9. Inclusion of adolescent girls in HIV prevention research - an imperative for an AIDS-free generation

    Recent scientific advances centred on the use of anti-retrovirals (ARVs) – both prophylactically to prevent HIV acquisition (pre-exposure prophylaxis, or PrEP) and for treatment to minimize onward transmission (treatment as prevention, or TasP) – have led to a new-found optimism for control of the HIV/AIDS epidemic and the possibility of creating an “AIDS-free generation”. In order to translate this optimism into reality, large and sustained reductions in incident HIV infections are required. …

  10. Gender inequality and HIV transmission: a global analysis

    Introduction: The HIV pandemic disproportionately impacts young women. Worldwide, young women aged 15–24 are infected with HIV at rates twice that of young men, and young women alone account for nearly a quarter of all new HIV infections. The incommensurate HIV incidence in young – often poor – women underscores how social and economic inequalities shape the HIV epidemic. Confluent social forces, including political and gender violence, poverty, racism, and sexism impede equal access to therapies and effective care, but most of all constrain the agency of women. …

  11. ‘‘AIDS is rape!’’ Gender and sexuality in children’s responses to HIV and AIDS

    This paper examines young African school children’s understanding of HIV and AIDS. Based on focus group interviews with children aged 7–8 in KwaZulu-Natal province, South Africa, it explores the ways in which gender and sexuality feature in their responses to the disease. Data were collected between 2003 and 2004 through 26 focus groups involving 55 boys and 64 girls. The paper argues that younger children are active agents in giving meaning to the disease. …

  12. Women out loud: How women living with HIV will help the world end AIDS

    Women may make up half the world’s population, but they do not share it equally. This is especially evident when it comes to HIV. Half of all people living with HIV are women, yet many are underserved or do not know their status. Despite the many successes we have seen, women still face inequalities that will keep the AIDS response from reaching its full potential.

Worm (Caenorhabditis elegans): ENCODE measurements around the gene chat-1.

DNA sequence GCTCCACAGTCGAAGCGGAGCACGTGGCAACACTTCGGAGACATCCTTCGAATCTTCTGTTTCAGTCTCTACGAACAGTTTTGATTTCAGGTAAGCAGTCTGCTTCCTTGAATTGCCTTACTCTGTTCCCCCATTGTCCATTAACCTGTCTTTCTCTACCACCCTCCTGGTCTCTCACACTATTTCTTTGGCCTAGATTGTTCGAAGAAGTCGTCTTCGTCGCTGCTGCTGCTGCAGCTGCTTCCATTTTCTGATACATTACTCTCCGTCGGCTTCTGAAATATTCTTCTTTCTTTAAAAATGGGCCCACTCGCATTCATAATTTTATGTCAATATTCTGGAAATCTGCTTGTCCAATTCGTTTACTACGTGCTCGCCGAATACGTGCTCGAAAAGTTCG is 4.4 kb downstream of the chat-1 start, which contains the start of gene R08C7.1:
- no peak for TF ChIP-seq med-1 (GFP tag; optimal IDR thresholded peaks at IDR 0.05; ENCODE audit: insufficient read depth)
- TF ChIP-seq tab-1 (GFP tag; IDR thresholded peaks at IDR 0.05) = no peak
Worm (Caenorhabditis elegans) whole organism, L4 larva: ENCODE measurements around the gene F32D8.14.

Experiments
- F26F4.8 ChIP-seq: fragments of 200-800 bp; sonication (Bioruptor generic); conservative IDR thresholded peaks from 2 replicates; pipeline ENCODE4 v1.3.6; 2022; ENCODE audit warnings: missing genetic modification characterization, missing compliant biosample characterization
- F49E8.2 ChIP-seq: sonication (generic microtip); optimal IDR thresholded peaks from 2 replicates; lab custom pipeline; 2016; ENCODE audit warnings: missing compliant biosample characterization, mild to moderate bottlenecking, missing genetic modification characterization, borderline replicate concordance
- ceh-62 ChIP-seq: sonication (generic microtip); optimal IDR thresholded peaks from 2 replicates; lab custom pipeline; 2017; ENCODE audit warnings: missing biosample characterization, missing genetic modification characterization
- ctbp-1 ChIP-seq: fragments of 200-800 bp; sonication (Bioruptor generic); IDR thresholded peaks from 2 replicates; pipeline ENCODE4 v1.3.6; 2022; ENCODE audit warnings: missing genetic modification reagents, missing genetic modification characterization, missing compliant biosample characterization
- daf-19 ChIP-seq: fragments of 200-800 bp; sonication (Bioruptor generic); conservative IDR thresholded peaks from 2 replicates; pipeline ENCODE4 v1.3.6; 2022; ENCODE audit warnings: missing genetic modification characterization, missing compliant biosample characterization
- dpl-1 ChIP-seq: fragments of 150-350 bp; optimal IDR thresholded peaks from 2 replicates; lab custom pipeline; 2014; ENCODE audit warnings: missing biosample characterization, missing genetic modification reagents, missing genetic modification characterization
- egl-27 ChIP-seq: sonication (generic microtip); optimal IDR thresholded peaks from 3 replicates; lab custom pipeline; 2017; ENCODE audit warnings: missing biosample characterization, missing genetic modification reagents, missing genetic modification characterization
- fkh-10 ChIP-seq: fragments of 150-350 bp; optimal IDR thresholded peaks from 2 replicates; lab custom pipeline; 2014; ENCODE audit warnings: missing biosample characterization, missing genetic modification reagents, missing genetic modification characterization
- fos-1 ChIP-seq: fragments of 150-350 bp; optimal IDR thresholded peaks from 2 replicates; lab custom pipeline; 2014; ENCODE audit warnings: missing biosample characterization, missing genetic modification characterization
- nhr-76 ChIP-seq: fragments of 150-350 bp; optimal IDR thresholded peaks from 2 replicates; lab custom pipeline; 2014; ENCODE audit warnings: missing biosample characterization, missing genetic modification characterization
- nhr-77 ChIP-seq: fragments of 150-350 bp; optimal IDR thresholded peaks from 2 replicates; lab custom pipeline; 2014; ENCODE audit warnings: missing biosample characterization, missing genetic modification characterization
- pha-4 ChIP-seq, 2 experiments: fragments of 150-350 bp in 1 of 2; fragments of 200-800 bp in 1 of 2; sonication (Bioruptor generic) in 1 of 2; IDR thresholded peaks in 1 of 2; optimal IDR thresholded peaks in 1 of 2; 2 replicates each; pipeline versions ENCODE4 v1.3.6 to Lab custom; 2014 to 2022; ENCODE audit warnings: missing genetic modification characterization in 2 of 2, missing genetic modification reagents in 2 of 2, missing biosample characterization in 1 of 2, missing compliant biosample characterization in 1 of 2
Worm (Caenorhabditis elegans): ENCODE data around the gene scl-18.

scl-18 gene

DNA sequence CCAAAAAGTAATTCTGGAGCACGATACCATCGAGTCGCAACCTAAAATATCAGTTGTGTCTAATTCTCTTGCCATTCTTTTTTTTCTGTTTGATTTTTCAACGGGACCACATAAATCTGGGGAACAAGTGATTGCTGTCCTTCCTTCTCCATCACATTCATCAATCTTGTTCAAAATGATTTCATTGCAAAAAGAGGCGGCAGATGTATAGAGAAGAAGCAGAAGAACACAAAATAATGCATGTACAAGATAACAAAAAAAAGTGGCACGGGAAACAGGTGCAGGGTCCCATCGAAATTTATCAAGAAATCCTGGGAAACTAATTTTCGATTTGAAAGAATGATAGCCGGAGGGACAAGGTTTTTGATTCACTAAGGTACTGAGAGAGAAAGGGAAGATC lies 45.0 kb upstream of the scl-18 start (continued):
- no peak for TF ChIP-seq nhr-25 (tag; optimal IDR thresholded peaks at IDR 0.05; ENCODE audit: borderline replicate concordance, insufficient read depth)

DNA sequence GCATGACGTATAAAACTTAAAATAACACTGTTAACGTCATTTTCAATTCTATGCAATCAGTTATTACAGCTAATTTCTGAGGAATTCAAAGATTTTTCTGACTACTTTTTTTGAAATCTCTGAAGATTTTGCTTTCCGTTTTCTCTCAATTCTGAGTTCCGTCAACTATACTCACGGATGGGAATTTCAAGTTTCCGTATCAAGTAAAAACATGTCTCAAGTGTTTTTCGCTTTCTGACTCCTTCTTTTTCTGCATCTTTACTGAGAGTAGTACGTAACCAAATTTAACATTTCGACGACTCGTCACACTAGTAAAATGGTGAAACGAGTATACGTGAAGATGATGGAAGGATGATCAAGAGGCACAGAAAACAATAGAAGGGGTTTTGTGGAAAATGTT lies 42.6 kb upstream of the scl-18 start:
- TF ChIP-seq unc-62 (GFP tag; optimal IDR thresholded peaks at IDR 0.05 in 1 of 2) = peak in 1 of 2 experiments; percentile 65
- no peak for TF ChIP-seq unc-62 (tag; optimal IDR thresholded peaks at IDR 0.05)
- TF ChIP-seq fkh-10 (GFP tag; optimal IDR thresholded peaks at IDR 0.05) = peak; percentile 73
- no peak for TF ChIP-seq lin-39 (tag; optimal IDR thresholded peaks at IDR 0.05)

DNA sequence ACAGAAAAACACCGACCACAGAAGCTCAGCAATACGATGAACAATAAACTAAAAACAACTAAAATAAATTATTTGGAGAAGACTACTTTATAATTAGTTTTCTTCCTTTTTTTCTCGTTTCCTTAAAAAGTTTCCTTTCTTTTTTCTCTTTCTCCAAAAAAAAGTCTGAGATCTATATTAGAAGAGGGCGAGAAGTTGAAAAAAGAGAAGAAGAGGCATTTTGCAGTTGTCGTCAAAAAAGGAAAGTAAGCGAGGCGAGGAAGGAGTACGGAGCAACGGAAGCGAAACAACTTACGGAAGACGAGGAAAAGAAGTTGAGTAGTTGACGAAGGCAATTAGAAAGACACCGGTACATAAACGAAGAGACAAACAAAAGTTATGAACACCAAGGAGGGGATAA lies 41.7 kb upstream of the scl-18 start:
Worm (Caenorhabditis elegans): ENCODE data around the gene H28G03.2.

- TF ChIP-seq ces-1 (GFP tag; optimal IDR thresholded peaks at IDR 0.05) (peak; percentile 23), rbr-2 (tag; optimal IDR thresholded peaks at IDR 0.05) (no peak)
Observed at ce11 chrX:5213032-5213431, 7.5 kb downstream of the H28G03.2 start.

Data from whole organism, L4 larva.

13. Cross-Generational Relationships: Perceived Norms and Practices in Jamaica

    This report from C-Change/FHI 360 documents a study that explored the dynamics of cross-generational relationships in Jamaica, with the aim of informing communication programs working to decrease cross-generational sexual practices and their related risks, including gender-based violence (GBV) and HIV. This study defined cross-generational sex as sexual behavior between two people who are at least 10 years different in age. The authors found that key motivators for participating in these relationships were sexual gratification and emotional and financial support. …

  14. Assessing reasons for school/college dropout among young adults and implications for awareness about STDs and HIV/AIDS: findings from a population-based study in Karachi, Pakistan

    This study investigated, among young adults in Karachi, Pakistan, the risk factors associated with involuntary school/college dropout and the implications for awareness about HIV/AIDS and STIs. The authors conducted a population-based, cross-sectional study with a structured questionnaire among 1,650 young males and females, ages 17-21 years and living in Karachi. Bivariate and multivariate analyses were performed separately for males and females. Females were twice as likely to drop out of school/college as males. …

  15. HIV prevention for South African youth: which interventions work? A systematic review of current evidence

    South Africa's HIV prevalence among 15-24 year olds is one of the highest in the world. This systematic review looks at the evidence for youth HIV prevention in the country since 2000 and critically assesses interventions across four domains: study design and outcomes; intervention design; thematic focus and HIV causal pathways; and intervention delivery. Eight interventions were included in the review, all similar regarding content and objectives, but with variouis thematic foci, causal pathways, theoretical bases, delivery methods, intensity and duration. …